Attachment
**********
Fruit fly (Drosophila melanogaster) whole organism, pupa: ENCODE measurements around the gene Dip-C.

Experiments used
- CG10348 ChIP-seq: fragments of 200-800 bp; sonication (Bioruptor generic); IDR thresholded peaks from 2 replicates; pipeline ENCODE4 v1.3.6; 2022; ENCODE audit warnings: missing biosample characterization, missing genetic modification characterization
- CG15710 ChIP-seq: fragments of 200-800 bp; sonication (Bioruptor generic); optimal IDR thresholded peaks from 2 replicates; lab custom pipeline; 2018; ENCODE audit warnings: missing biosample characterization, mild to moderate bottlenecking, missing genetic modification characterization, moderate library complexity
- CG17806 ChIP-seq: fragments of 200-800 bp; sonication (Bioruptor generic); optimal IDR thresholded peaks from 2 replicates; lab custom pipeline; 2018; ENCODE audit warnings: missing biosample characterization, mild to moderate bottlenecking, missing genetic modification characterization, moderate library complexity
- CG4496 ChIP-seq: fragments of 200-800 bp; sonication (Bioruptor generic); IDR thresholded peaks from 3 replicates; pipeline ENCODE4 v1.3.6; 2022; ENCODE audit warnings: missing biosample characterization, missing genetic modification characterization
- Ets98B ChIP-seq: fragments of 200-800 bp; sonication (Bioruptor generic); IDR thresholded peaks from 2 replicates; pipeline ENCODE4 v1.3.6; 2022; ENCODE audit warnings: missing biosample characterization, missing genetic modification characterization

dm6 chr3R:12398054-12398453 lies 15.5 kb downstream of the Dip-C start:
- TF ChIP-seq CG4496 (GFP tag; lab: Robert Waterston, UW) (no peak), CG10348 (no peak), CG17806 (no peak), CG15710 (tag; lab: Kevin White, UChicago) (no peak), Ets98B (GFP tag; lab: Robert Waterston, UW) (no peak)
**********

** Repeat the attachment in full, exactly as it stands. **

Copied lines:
Fruit fly (Drosophila melanogaster) whole organism, pupa: ENCODE measurements around the gene Dip-C.

Experiments used
- CG10348 ChIP-seq: fragments of 200-800 bp; sonication (Bioruptor generic); IDR thresholded peaks from 2 replicates; pipeline ENCODE4 v1.3.6; 2022; ENCODE audit warnings: missing biosample characterization, missing genetic modification characterization
- CG15710 ChIP-seq: fragments of 200-800 bp; sonication (Bioruptor generic); optimal IDR thresholded peaks from 2 replicates; lab custom pipeline; 2018; ENCODE audit warnings: missing biosample characterization, mild to moderate bottlenecking, missing genetic modification characterization, moderate library complexity
- CG17806 ChIP-seq: fragments of 200-800 bp; sonication (Bioruptor generic); optimal IDR thresholded peaks from 2 replicates; lab custom pipeline; 2018; ENCODE audit warnings: missing biosample characterization, mild to moderate bottlenecking, missing genetic modification characterization, moderate library complexity
- CG4496 ChIP-seq: fragments of 200-800 bp; sonication (Bioruptor generic); IDR thresholded peaks from 3 replicates; pipeline ENCODE4 v1.3.6; 2022; ENCODE audit warnings: missing biosample characterization, missing genetic modification characterization
- Ets98B ChIP-seq: fragments of 200-800 bp; sonication (Bioruptor generic); IDR thresholded peaks from 2 replicates; pipeline ENCODE4 v1.3.6; 2022; ENCODE audit warnings: missing biosample characterization, missing genetic modification characterization

dm6 chr3R:12398054-12398453 lies 15.5 kb downstream of the Dip-C start:
- TF ChIP-seq CG4496 (GFP tag; lab: Robert Waterston, UW) (no peak), CG10348 (no peak), CG17806 (no peak), CG15710 (tag; lab: Kevin White, UChicago) (no peak), Ets98B (GFP tag; lab: Robert Waterston, UW) (no peak)